Despite this very cold spell that we are having there are already daffodils coming into bloom. It makes everyone feel that Spring is just around the corner but did you know that daffodils can be poisonous to our pets?
Why are daffodils poisonous to pets?
The toxic compounds in daffodils are called glycosides and alkaloids and they are present in all parts of the plant but are most concentrated in the bulbs – bad news for dogs who like to dig up flower beds!
Eating daffodils can cause irritation to the stomach resulting in vomiting and diarrhoea with abdominal pain and lethargy. The owner may also notice that the animal is drooling. These signs can occur very quickly after ingestion, normally within two hours. Dogs and cats usually recover within 12-48 hours but this can be longer in severe cases (although there are rare in our experience).
If skin comes into contact with the sap of the bulbs and stems this can also be a problem. It causes irritation called ‘daffodil itch’ resulting in itchiness and redness of the skin but it is much more common in people who are regular gardeners that it is in pets.
What should I do if my pet has eaten daffodils?
The severity of the signs your pet shows will depend on which part of the plant has been eaten and what quantity. If several bulbs have been ingested then this can be a problem particularly in smaller dogs and cats. In some cases veterinary treatment is not required but if you are unsure, call Animal PoisonLine and one of our team can advise you.
Animal PoisonLine’s 3 top tips about daffodils
1. Keep bulbs away from pets when you planting them
2. Make sure your dog or cat does not dig the bulbs back up again after being planted
3. If you have cut flowers in the house keep them away from your pets by placing them on a high surface
- Apr 12, 2018 Is it a problem if a dog eats paper? Apr 12, 2018
- Mar 27, 2018 Mouldy food and compost - dangers to dogs and cats! Mar 27, 2018
- Mar 22, 2018 Asthma inhalers in dogs Mar 22, 2018
- Mar 19, 2018 Are fertilisers dangerous for dogs and cats to eat? Mar 19, 2018
- Mar 12, 2018 What types of detergents are dangerous to our pets and why? Mar 12, 2018
- Mar 8, 2018 Vaping around pets – Are e-cigarettes dangerous to our pets? Mar 8, 2018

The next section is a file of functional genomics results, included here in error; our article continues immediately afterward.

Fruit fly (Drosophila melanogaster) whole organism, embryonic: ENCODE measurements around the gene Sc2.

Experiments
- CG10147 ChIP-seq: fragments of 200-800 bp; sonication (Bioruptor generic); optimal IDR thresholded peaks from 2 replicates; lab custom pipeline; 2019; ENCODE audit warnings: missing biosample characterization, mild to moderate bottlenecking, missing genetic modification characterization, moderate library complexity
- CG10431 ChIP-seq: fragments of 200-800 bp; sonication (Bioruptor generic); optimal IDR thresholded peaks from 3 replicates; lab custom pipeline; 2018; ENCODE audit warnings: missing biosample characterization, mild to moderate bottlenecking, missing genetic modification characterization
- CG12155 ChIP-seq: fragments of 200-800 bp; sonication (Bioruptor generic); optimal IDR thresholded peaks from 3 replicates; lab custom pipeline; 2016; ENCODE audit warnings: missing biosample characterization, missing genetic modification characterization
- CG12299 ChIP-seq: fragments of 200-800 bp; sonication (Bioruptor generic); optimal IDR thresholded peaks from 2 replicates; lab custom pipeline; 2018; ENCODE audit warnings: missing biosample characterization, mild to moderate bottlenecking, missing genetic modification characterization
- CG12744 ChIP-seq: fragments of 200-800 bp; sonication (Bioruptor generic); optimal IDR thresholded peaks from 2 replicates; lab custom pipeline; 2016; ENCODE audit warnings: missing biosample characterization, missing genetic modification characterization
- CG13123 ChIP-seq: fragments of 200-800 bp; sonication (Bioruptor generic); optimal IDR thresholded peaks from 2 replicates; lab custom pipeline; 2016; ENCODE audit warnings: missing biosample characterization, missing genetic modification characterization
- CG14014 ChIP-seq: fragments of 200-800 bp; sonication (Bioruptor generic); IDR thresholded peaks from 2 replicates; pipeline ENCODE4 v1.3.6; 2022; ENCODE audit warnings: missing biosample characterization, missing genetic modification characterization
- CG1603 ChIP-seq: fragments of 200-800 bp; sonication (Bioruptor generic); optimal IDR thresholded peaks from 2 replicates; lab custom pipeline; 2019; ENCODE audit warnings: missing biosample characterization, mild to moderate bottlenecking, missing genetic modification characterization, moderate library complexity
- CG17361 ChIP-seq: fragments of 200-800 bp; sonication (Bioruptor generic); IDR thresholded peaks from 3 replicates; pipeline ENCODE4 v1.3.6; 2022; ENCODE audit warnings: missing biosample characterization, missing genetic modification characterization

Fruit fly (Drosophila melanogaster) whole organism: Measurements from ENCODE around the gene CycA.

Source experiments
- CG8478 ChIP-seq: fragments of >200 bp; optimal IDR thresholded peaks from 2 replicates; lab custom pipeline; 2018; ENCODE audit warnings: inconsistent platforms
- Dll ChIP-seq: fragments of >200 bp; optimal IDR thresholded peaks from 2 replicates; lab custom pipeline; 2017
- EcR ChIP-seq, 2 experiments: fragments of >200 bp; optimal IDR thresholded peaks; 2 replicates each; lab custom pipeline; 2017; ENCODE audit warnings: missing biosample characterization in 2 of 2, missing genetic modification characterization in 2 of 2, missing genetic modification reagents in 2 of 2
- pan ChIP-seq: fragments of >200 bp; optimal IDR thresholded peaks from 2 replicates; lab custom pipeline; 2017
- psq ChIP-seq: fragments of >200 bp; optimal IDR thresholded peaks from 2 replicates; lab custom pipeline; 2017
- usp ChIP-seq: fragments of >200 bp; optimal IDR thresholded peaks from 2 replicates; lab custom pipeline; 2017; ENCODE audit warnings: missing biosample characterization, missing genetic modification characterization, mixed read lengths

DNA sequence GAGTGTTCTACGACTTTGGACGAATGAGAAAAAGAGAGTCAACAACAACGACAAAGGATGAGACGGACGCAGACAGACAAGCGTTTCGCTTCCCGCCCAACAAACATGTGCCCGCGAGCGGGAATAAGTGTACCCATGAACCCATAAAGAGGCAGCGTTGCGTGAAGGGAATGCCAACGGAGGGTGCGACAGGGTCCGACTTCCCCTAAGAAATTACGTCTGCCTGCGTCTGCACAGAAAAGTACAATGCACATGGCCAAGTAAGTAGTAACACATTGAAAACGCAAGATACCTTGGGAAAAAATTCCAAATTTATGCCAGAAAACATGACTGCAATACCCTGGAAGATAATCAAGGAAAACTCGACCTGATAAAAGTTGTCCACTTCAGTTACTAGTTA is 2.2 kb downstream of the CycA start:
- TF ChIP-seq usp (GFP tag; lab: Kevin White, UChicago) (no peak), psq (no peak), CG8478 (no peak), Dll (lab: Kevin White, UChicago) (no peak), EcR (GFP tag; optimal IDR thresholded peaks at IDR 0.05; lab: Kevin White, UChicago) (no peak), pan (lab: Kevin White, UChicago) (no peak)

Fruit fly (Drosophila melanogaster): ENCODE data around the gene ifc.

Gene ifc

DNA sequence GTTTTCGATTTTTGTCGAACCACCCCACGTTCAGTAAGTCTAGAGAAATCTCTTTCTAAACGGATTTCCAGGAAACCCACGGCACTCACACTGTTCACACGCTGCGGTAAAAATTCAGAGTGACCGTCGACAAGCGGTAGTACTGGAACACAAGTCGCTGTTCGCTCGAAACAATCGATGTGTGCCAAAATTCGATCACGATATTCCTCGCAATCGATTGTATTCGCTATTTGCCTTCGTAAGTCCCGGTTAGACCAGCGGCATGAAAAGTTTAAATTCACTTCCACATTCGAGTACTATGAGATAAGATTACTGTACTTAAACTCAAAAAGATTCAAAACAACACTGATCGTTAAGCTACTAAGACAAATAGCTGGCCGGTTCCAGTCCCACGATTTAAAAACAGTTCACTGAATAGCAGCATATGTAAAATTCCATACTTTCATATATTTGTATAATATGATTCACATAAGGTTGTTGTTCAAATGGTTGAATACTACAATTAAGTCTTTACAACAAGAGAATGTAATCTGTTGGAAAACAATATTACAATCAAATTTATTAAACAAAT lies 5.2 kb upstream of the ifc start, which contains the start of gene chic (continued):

- Mar 5, 2018 Is it safe to give paracetamol, human painkillers or pain relief medicine to my pet? Mar 5, 2018
- Mar 1, 2018 Are daffodils poisonous to cats and dogs? Mar 1, 2018
- Feb 26, 2018 Top 7 common poisons for pets - found in your hazardous handbags! Feb 26, 2018
- Feb 22, 2018 How dangerous is Cannabis for dogs? Feb 22, 2018
- Feb 19, 2018 Supplements which can cause harm to your dog! Feb 19, 2018
- Feb 15, 2018 Dog poisoned by anti-depressants? What do you do? Feb 15, 2018
- Feb 9, 2018 Animal PoisonLine's Valentine's Day Special - How to keep your pets safe this February 14th Feb 9, 2018
- Feb 8, 2018 Help! What Should I Do If My Dog Ate Rat Poison? Feb 8, 2018
- Feb 3, 2018 Cats & lilies! How to protect your cats! Feb 3, 2018
- Feb 1, 2018 Is it safe to make my dog sick? Feb 1, 2018
- Jan 18, 2018 Is chocolate poisonous to dogs? Jan 18, 2018
- Jan 11, 2018 Why Cough and Cold Medicines are dangerous for our pets? Jan 11, 2018
- Dec 28, 2017 New Year's Eve Pet Poisons Dec 28, 2017
- Dec 21, 2017 Animal PoisonLine’s Christmas Guide – How to keep your pets safe this CHRISTMAS III Dec 21, 2017
- Dec 21, 2017 Animal PoisonLine’s Christmas Guide – How to keep your pets safe this CHRISTMAS II Dec 21, 2017
- Dec 14, 2017 Animal PoisonLine’s Christmas Guide – How to keep your pets safe this Christmas Dec 14, 2017
- Nov 23, 2017 Vitamin D supplements – toxic risks to our pets from the sunshine vitamin Nov 23, 2017
- Nov 16, 2017 Xylitol – Why is it Dangerous for our Dogs? Nov 16, 2017
- Nov 9, 2017 Why you shouldn’t let Cats near AntiFreeze! Nov 9, 2017
- Nov 1, 2017 How to keep your pets safe during Guy Fawkes and Bonfire Night! Nov 1, 2017
- Oct 26, 2017 Halloween trick or treats your pets can’t eat! Oct 26, 2017